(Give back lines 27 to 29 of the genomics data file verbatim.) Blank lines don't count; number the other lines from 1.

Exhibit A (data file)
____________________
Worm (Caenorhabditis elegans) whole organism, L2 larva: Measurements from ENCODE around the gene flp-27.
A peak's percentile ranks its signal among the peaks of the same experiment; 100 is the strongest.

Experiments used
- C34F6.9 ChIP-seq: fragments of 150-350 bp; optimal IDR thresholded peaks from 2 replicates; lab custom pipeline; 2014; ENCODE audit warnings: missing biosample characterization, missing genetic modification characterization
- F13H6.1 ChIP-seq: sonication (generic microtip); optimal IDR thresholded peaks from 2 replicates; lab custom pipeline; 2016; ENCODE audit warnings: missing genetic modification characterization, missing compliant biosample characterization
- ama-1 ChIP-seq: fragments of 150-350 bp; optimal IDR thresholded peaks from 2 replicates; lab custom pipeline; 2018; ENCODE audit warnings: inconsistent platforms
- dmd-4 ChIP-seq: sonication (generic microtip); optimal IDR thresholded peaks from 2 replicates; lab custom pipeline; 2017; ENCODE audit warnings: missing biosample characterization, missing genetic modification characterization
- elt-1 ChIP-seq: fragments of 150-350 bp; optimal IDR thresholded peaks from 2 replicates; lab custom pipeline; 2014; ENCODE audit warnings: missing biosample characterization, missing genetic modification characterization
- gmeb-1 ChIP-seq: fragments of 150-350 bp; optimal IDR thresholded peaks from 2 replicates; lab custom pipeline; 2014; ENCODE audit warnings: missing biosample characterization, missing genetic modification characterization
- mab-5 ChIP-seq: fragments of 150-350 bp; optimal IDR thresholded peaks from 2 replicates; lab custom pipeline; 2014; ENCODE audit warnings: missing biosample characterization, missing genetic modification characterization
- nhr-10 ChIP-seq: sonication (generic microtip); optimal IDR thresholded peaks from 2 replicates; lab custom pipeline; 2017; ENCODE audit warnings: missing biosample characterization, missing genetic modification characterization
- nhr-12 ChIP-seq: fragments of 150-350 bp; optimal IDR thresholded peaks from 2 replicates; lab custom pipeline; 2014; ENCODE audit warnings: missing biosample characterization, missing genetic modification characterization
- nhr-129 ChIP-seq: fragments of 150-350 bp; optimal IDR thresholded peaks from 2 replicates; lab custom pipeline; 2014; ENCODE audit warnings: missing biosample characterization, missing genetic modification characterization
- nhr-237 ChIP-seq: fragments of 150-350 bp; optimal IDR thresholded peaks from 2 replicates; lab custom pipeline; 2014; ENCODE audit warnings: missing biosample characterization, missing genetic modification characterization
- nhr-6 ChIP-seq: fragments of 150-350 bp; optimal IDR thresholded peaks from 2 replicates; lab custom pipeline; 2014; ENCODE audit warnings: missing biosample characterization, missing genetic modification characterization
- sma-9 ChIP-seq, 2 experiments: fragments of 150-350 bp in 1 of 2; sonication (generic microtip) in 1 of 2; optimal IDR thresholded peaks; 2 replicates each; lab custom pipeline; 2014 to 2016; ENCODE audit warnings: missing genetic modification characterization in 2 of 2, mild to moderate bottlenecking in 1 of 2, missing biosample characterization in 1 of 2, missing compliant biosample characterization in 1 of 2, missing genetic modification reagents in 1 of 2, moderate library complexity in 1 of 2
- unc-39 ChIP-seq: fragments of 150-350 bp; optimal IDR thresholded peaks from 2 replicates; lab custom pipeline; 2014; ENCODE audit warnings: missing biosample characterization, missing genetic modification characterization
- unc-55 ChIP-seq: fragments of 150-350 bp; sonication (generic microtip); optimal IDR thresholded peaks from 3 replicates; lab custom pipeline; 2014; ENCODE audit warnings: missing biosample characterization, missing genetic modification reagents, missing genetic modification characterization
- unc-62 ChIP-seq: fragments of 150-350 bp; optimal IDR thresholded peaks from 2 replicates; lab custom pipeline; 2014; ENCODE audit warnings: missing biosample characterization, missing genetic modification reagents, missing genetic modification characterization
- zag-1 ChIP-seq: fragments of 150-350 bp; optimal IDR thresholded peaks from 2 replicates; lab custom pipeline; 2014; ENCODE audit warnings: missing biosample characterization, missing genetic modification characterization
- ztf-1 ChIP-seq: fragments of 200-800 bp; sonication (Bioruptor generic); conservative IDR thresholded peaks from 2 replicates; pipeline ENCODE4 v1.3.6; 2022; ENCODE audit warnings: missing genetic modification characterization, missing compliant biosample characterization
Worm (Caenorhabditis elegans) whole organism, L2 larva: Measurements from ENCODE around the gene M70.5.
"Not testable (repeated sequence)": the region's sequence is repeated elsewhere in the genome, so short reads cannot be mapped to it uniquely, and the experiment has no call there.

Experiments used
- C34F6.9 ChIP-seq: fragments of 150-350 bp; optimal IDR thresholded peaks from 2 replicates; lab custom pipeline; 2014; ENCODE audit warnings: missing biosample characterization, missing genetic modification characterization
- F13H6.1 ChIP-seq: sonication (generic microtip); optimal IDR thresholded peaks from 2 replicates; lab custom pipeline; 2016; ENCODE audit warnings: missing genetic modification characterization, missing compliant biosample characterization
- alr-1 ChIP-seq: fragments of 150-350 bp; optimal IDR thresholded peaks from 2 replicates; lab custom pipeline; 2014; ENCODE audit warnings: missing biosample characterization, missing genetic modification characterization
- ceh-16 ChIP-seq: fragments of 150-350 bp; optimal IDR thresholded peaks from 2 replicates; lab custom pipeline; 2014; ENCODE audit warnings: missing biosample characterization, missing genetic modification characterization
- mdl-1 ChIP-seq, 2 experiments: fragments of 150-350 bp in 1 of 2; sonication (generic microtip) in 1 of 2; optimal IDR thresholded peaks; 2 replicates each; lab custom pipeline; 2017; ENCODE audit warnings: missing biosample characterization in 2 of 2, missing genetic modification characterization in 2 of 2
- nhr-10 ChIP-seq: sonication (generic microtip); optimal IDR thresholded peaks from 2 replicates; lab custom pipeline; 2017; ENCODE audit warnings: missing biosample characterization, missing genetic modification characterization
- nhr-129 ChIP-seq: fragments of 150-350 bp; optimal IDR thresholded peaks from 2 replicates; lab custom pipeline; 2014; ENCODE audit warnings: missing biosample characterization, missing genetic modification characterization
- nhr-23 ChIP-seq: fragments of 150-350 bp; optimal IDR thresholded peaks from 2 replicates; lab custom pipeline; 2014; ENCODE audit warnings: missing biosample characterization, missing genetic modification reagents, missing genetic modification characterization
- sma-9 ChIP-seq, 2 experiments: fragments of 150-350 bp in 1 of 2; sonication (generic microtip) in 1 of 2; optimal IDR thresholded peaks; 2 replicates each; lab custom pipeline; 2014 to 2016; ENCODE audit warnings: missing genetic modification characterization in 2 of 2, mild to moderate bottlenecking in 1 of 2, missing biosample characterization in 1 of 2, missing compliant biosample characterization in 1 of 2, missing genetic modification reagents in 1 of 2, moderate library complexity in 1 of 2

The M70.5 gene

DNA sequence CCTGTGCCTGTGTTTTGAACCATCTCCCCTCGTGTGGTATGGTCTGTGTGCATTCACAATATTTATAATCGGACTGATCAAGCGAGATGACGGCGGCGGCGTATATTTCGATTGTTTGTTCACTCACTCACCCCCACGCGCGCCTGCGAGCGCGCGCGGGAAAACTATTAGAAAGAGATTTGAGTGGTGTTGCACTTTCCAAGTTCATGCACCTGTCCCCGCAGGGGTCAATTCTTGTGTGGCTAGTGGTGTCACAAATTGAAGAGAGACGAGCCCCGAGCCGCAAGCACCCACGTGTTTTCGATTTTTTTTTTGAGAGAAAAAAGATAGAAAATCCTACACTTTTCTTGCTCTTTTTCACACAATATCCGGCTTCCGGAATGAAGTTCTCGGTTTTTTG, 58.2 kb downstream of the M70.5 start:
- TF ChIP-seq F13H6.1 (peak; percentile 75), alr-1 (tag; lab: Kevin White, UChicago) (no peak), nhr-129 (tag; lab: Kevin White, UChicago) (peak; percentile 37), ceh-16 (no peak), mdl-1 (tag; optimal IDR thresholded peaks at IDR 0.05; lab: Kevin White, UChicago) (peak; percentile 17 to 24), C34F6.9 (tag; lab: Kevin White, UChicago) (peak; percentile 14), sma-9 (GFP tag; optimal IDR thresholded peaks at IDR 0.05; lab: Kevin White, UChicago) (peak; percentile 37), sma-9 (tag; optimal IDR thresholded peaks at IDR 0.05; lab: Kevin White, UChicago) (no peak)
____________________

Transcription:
- alr-1 ChIP-seq: fragments of 150-350 bp; optimal IDR thresholded peaks from 2 replicates; lab custom pipeline; 2014; ENCODE audit warnings: missing biosample characterization, missing genetic modification characterization
- ceh-16 ChIP-seq: fragments of 150-350 bp; optimal IDR thresholded peaks from 2 replicates; lab custom pipeline; 2014; ENCODE audit warnings: missing biosample characterization, missing genetic modification characterization
- mdl-1 ChIP-seq, 2 experiments: fragments of 150-350 bp in 1 of 2; sonication (generic microtip) in 1 of 2; optimal IDR thresholded peaks; 2 replicates each; lab custom pipeline; 2017; ENCODE audit warnings: missing biosample characterization in 2 of 2, missing genetic modification characterization in 2 of 2